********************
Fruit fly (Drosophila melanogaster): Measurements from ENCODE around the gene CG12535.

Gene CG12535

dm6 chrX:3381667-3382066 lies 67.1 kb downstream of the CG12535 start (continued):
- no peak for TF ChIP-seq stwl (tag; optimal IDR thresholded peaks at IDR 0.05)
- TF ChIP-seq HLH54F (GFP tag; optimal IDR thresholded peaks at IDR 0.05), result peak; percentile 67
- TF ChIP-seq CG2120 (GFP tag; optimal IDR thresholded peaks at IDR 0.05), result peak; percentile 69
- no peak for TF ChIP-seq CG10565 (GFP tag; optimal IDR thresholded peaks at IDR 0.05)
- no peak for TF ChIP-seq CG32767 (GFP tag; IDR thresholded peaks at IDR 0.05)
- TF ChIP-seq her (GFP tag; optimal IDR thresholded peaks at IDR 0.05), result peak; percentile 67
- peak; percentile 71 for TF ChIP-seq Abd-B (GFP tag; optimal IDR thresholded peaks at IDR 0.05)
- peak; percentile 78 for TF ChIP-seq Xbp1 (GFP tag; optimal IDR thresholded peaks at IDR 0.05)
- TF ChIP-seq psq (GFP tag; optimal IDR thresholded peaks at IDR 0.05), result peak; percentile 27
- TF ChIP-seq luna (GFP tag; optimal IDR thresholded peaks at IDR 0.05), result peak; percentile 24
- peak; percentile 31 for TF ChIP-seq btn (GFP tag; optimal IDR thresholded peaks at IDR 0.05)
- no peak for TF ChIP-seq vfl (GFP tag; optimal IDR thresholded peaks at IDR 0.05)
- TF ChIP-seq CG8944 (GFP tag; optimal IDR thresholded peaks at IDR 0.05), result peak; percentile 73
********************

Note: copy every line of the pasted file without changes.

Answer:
Fruit fly (Drosophila melanogaster): Measurements from ENCODE around the gene CG12535.

Gene CG12535

dm6 chrX:3381667-3382066 lies 67.1 kb downstream of the CG12535 start (continued):
- no peak for TF ChIP-seq stwl (tag; optimal IDR thresholded peaks at IDR 0.05)
- TF ChIP-seq HLH54F (GFP tag; optimal IDR thresholded peaks at IDR 0.05), result peak; percentile 67
- TF ChIP-seq CG2120 (GFP tag; optimal IDR thresholded peaks at IDR 0.05), result peak; percentile 69
- no peak for TF ChIP-seq CG10565 (GFP tag; optimal IDR thresholded peaks at IDR 0.05)
- no peak for TF ChIP-seq CG32767 (GFP tag; IDR thresholded peaks at IDR 0.05)
- TF ChIP-seq her (GFP tag; optimal IDR thresholded peaks at IDR 0.05), result peak; percentile 67
- peak; percentile 71 for TF ChIP-seq Abd-B (GFP tag; optimal IDR thresholded peaks at IDR 0.05)
- peak; percentile 78 for TF ChIP-seq Xbp1 (GFP tag; optimal IDR thresholded peaks at IDR 0.05)
- TF ChIP-seq psq (GFP tag; optimal IDR thresholded peaks at IDR 0.05), result peak; percentile 27
- TF ChIP-seq luna (GFP tag; optimal IDR thresholded peaks at IDR 0.05), result peak; percentile 24
- peak; percentile 31 for TF ChIP-seq btn (GFP tag; optimal IDR thresholded peaks at IDR 0.05)
- no peak for TF ChIP-seq vfl (GFP tag; optimal IDR thresholded peaks at IDR 0.05)
- TF ChIP-seq CG8944 (GFP tag; optimal IDR thresholded peaks at IDR 0.05), result peak; percentile 73